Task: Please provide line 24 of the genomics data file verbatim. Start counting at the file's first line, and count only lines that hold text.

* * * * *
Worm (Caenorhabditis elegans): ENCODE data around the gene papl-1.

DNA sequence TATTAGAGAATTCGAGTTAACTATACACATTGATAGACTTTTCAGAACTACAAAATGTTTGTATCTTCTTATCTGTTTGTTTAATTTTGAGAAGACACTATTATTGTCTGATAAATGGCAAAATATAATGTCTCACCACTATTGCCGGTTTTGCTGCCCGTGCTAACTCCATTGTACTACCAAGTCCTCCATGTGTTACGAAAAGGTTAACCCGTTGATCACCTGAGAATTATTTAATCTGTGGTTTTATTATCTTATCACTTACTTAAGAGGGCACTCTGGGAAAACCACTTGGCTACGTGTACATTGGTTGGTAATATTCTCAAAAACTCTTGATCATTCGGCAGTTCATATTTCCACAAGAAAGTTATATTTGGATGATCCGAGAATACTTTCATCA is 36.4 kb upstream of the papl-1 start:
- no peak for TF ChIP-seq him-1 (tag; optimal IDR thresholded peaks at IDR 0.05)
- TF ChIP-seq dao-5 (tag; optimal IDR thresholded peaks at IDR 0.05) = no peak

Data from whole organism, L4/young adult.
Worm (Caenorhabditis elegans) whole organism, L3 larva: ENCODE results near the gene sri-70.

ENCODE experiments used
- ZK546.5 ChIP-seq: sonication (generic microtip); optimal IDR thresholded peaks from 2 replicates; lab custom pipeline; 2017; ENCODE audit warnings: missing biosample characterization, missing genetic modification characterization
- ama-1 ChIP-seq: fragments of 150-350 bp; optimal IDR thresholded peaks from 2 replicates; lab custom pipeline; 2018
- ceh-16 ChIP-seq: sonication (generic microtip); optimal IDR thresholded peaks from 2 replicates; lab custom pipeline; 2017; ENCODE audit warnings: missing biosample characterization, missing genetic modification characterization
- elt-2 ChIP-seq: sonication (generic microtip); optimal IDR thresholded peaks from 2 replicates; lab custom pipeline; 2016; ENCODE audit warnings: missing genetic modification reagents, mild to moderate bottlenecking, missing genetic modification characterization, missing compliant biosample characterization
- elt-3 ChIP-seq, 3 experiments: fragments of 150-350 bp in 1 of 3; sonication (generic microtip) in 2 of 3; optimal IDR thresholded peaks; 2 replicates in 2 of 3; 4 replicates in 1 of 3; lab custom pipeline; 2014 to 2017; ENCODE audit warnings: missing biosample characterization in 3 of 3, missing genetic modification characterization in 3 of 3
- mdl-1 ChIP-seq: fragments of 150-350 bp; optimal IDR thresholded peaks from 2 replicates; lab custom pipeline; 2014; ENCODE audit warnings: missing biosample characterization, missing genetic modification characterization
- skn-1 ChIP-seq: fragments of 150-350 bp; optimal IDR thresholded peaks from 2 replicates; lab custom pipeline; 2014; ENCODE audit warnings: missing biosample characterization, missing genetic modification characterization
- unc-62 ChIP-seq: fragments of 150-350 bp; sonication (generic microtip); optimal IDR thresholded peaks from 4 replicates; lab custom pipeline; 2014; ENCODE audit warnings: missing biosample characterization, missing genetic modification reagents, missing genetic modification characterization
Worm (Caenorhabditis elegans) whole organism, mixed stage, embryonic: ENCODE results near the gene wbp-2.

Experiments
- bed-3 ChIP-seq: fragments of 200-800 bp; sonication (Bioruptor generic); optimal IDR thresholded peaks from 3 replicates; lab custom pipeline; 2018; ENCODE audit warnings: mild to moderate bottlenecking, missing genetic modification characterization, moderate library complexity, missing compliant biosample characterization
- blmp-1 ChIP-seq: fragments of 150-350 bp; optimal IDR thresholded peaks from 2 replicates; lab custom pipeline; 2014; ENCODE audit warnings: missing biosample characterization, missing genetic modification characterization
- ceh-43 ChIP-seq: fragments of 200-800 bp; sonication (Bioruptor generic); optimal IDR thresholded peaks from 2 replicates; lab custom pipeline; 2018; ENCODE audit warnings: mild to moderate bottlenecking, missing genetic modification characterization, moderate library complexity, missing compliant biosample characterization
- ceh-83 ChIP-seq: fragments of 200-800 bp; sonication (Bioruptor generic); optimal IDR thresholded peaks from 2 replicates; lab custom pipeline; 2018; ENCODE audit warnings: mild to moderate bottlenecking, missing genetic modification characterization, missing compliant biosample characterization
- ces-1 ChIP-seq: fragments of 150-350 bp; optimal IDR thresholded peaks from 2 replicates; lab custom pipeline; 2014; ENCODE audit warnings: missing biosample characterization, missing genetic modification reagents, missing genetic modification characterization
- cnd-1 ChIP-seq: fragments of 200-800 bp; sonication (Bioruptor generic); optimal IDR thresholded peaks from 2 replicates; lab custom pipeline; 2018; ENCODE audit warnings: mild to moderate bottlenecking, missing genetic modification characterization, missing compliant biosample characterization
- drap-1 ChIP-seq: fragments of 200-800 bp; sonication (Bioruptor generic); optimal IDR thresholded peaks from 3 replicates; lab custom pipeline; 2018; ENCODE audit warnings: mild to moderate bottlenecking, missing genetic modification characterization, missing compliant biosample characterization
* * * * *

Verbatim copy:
- drap-1 ChIP-seq: fragments of 200-800 bp; sonication (Bioruptor generic); optimal IDR thresholded peaks from 3 replicates; lab custom pipeline; 2018; ENCODE audit warnings: mild to moderate bottlenecking, missing genetic modification characterization, missing compliant biosample characterization